Serbia has asked NATO for permission to deploy troops in North Kosovo

Pristina’s desire to force the Serb population of Kosovo to replace their vehicles’ Serbian license plates with those issued by Kosovo authorities has been a recurring source of tension for months, to the point that NATO has scheduled time to force the Kosovo government to reinforce. KFOR, the force it has maintained since 1999 in this area formerly part of Serbia, whose independence is not unanimously recognized, including between the member states of the Atlantic Alliance and the European Union [UE].

Finally, and although the worst was to be feared, a compromise was finally found in November, under the auspices of the EU. For example, Belgrade has pledged not to issue license plates to Serbs in the former province, while Pristina will not replace existing license plates. However, this clearly has not put an end to the tensions, as evidenced by the incidents of the past few hours.

In northern Kosovo, where the majority of the Serbian minority lives, hundreds of people have protested against the arrest of a former Serbian police officer suspected of involvement in the protest against the replacement of license plates issued by Belgrade.

In addition, the approaching local elections – which the main Serbian political parties have said they want to boycott – has heated up. On December 8, shootings and explosions were heard as officials responsible for organizing the elections visited two municipalities in northern Kosovo. Barricades were then erected on a road leading to two border crossings on the border with Serbia.

Although the election date was eventually postponed to April 23, tensions persisted. On the night of December 10 to 11, unidentified persons exchanged fire with police officers. “Police units, in a situation of self-defense, were forced to respond with their weapons to the people and criminal groups, who were repelled and left in an unknown direction,” the Kosovo police said.

In addition, a stun grenade was thrown at a patrol of EULEX, the EU’s rule of law mission in Kosovo. “This attack, like the one against members of the Kosovo police, is unacceptable,” the latter said in a statement. “We call on all parties to avoid provocations and to contribute to peace and stability,” said NATO spokeswoman Oana Lungescu.

It is in this context that Serbian President, Aleksandar Vučić, asked KFOR for permission to deploy 1,000 soldiers in North Kosovo, in accordance with the provisions of United Nations Security Council Resolution 1244. Never before had such a request been made by Belgrade.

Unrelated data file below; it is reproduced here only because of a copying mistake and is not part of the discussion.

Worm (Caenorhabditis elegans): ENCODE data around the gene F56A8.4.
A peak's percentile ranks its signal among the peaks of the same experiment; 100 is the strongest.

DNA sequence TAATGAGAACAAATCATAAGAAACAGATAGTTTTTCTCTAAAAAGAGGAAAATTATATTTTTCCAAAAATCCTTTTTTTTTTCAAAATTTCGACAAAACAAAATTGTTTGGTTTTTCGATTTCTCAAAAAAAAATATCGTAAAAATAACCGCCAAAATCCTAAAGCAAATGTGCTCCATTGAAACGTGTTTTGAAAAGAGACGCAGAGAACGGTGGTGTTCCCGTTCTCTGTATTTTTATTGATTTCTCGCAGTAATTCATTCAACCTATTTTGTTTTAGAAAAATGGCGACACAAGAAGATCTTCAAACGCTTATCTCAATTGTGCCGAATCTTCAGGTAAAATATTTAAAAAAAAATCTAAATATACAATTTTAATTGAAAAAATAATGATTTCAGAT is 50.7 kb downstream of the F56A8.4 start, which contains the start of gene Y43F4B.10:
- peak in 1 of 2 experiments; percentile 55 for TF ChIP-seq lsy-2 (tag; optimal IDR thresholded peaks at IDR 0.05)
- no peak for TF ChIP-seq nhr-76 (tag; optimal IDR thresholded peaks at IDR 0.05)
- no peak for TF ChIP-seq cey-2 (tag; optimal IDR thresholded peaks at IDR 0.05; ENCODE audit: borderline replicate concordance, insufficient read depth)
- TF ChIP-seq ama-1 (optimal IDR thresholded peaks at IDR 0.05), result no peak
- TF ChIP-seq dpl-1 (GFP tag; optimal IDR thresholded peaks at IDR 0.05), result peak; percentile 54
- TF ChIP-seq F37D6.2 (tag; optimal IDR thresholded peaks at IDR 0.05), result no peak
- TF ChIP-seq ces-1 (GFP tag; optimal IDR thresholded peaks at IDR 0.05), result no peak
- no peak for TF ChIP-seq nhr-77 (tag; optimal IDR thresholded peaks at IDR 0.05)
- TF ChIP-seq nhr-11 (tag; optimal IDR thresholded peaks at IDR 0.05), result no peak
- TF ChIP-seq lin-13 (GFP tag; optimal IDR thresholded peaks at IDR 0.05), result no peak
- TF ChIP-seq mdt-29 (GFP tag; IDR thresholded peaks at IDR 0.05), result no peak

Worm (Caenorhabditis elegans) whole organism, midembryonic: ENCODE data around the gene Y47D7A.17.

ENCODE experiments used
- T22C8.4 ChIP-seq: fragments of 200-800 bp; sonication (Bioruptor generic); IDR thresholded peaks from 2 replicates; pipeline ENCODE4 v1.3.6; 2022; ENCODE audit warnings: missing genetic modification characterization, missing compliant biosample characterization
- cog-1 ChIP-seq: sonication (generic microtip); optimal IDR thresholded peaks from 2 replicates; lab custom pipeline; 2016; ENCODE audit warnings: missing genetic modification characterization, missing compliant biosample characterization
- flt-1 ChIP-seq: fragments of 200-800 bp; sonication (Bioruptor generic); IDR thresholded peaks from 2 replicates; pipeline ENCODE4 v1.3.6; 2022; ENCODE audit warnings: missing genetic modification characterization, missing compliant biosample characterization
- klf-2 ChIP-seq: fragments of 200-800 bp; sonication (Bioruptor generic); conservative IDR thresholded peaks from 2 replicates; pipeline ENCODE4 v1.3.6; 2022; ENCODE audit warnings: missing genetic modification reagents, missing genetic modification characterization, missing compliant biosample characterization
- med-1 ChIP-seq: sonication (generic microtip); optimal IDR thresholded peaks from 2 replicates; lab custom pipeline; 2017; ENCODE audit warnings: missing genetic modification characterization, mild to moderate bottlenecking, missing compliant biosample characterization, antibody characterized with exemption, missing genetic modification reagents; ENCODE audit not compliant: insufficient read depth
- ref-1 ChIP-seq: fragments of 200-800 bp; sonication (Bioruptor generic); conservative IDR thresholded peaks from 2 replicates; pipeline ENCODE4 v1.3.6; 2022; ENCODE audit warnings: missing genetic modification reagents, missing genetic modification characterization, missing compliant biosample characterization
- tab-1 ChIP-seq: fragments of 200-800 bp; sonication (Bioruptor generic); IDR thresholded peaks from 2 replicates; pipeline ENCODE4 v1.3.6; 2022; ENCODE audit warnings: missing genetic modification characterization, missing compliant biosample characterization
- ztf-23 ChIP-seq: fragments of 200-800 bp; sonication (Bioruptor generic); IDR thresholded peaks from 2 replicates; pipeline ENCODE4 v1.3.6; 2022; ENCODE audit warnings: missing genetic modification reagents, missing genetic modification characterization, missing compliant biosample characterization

However, Resolution 1244 stipulates that “an agreed number of Yugoslav and Serbian personnel shall be allowed to return to perform the following duties: liaising with the international civilian and international security presence, marking the minefields and demining and maintaining a presence in Serbian heritage sites” as well as “key border crossings”.

Naturally, the Serbian request remained a dead letter [d’ailleurs, M. Vučić ne se faisait aucune illusion à son sujet, a-t-il dit]. “Kosovo eased tensions by postponing local elections. Recent rhetoric from Serbia has done the opposite. It is completely unacceptable to suggest sending Serbian troops to Kosovo. The same goes for the latest attacks on EULEX. All my support goes to the EU-led dialogue,” summarizes Annalena Baerbock, German Foreign Minister.

A much sharper position than that of Paris. “France is deeply concerned about the situation in northern Kosovo and strongly condemns the unacceptable attack on the EULEX Kosovo mission and all acts of violence on the ground. It urges the parties to show the utmost restraint and responsibility to defuse tensions,” said the Quai d’Orsay.

“I call on the Serbs in the north to be calm and peaceful, not to fall into provocations and to respect EULEX and KFOR” and “before they receive orders, and with the exception of alertness and preparation for battle, our soldiers will million times to keep the peace,” the Serbian president confirmed at the end of a December 11 defense council meeting.

In addition, Russia, a close ally of Serbia, has called for “resolving tensions” between Belgrade and Pristina through dialogue.

“We are in favor of the parties making efforts of a peaceful nature so that this situation can be resolved through diplomatic means,” Kremlin spokesman Dmitri Peskvo indeed stated on December 12. “We are in favor of ensuring that all rights of the Serbs are guaranteed,” he added.

However, the day before, Russian Foreign Ministry spokesman Maria Zakharova had delivered another speech, accusing the EU of “shaping” the situation in Kosovo in order to “provoke” tensions “to the brink of war” could lead”.

Be that as it may, it would be tempting to link these recurring tensions to Pristina’s desire to join NATO. Will recently expressed by Vjosa Osmani Sadriu, the Kosovo president. “We are exposed to continued Russian attempts to undermine Kosovo and destabilize the entire Western Balkans,” she said last March. And to estimate that accordingly, “Kosovo’s membership in NATO [était] become a necessity.

Photo: Serbian army

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